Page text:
Recovering from the Pain of Divorce

By Kristin McDaniel

I never expected to be divorced, but when my husband of ten years told me he wanted a divorce on Christmas Eve, I had no say in the matter. I didn’t know what to do, and wondered how I would care for three young children alone. The first month I cried a lot and could barely get out of bed. I was in shock, broken-hearted, angry, depressed, and afraid all at the same time. If it wasn’t for my children, I might have stayed in bed forever, but I somehow had to keep everything together, and make life as normal as possible for them. I had to get up and get over it.

I signed up for a divorce recovery class. I couldn’t understand why people in the group were still crying years after their divorces were final. I learned it could take half as long as we were married to fully recover. That meant dealing with my divorce for five years! I didn’t have time for that and I was certain I would be over my divorce in a year, if I could just keep busy and not think about it. I went back to school, began working part-time, and reconnected with friends. Friends and family commented on how strong I was. I immersed myself in my children and filled my time volunteering for their activities and trying to avoid my ex who was always at their events with his girlfriend of the month. Co-parenting made it impossible to avoid him and we were in and out of bitter court battles where he always seemed to come out on top and loved to flaunt his successes. I was so angry with him for ruining our lives and denying our children the intact, happy family they deserved, while he seemed fine. I tried over and over to forgive him, but each time I did, he would do something else to hurt me.

I went on to get my master’s degree, and when my kids were all in school, began working full time. My ex remarried while I avoided dating altogether and was just focused on my kids, work, and our home. I couldn’t understand why in the quiet, sometimes out of nowhere, I still felt a gut wrenching, physical pain of heartbreak. I feared I would always be alone. I prayed a lot and was mad at God for a time. Why was I not getting over my divorce? I reached the magical five-year mark, but was still struggling, especially when my kids were at their dad’s house on weekends. I hated being home alone and I shopped to avoid loneliness. That wasn’t so bad, at least I wasn’t hoping into meaningless relationships or drinking away my sorrows. Each time the kids returned I heard about their life at dad’s house. I felt excluded and rejected over and over again. Just like the people at the divorce group, I was bitter and crying over my divorce even years later.

As time went on, it did get a little easier. My ex divorced for the second time. I learned to fill my childfree time with things I enjoyed. I joined a choir and got to sing at Carnegie Hall. I auditioned for a community theater and got a part in a summer play. I learned to camp and spent time at the beach. I turned to God and found comfort in prayer again. My girlfriends were amazing, allowing me to cry and vent, but making sure I had fun. We took weekend trips together and had regular girl’s nights out. Once, after losing in court my friends surprised me with a “Pity Party”, complete with disco ball, dancing and lots of chocolate. They made me put a little money away for two years so we could take a trip to Paris for my 40th birthday, something I never thought I would be able to do. We laughed a lot and I noticed I was crying less. I honestly do not think I could have made it through without their support and I believe God placed them in my life because He knew I needed them. I actually was enjoying my life as a single parent and felt hope for my future again.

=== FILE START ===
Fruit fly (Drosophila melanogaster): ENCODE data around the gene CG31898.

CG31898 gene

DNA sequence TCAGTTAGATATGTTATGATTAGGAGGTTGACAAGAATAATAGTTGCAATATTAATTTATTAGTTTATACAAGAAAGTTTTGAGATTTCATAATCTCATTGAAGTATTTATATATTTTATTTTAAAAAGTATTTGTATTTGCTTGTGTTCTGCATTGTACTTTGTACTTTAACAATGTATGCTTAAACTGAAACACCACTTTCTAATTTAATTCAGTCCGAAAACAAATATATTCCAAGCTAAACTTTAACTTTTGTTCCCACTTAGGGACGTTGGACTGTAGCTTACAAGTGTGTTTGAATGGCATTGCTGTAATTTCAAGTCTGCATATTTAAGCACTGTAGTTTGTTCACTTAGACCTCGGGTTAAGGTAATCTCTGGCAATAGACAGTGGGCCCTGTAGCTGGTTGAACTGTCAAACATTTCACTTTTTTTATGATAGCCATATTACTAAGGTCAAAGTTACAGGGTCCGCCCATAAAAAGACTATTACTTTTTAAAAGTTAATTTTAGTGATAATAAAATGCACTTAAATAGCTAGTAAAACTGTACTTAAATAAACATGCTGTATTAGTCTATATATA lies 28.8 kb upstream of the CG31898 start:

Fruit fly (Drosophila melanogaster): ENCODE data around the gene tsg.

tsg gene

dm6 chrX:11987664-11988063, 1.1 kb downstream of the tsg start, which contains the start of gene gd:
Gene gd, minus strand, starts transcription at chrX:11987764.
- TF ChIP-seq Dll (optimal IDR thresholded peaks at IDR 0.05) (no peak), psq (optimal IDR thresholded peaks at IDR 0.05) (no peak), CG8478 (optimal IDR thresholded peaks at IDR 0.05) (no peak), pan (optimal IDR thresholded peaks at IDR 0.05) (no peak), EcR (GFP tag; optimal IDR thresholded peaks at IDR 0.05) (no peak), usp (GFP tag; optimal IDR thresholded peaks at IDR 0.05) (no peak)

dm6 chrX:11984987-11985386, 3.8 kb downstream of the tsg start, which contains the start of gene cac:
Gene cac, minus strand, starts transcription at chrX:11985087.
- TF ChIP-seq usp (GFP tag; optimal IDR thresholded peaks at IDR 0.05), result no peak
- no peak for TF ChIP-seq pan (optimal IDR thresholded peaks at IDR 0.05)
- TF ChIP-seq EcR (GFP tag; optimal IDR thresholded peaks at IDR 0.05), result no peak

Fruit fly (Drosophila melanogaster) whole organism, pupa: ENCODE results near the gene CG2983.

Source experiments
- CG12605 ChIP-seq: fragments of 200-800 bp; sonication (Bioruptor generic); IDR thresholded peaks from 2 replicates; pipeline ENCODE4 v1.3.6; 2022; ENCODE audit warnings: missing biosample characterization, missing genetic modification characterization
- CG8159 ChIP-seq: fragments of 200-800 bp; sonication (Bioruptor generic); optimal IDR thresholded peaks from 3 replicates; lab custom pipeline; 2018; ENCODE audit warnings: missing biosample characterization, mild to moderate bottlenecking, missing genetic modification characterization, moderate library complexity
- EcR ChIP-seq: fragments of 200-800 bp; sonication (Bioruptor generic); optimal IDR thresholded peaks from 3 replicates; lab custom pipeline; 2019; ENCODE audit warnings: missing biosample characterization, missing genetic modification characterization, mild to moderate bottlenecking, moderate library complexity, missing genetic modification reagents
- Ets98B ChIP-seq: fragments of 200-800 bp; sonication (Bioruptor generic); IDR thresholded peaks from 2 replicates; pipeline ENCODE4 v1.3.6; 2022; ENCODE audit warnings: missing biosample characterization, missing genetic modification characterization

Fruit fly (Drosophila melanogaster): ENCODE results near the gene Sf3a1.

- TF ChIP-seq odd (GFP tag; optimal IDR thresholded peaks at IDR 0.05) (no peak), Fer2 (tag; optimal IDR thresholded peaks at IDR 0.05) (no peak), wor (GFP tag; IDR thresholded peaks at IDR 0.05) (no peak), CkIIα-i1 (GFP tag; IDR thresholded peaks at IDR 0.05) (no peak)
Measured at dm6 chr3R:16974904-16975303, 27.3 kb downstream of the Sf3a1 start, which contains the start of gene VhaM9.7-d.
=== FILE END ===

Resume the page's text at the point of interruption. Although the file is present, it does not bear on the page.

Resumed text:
Recently there was a Divorce Care group starting up at church. I didn’t think I needed it, but thought I could volunteer to help. I knew I was wrong about not needing the course when the tears began to flow at the first meeting. I realized that avoiding my feelings all these years was not helping me get over my divorce. There is no short cut and I had to finally face my feelings.

I learned that emotional healing from divorce is an individual thing. I need to allow myself the time it takes, no matter how long, to recover. Just as recovering from a physical open-heart surgery takes time and requires proper physical care, emotional healing from a broken heart is also gradual and requires caring for one’s emotions. The program was exactly what I needed, addressing a different topic each week and giving me time to process my own feelings. I cried, shared with the group, and spent time journaling. At the end of the session, I felt lighter, happier and free. Was I finally recovered?

My son just announced that his dad is engaged again. I was surprised that familiar emotions resurfaced as the kids talked about the news. This time instead of ignoring my heart, I acknowledged my feelings and allowed myself to sit for a while and actually feel them. I noticed something. I wasn’t crying. In fact, I was just fine. Getting over divorce is not a one-time event, especially because I continue to have to deal with my ex-husband on a regular basis. Healing and caring for emotions can’t be rushed or avoided and it really does gradually become easier. I think I am almost there.

Kristin McDaniel is a life long Fullerton resident. She has been divorced since 2003 and was married for over ten years. She loves being a mom to three active teenagers ages 15, 17, an 19. She is currently working as a high school Child Development teacher and also works part time at Disneyland in the Lost Children and Baby Care Center. She loves to write and has two children’s books in the works.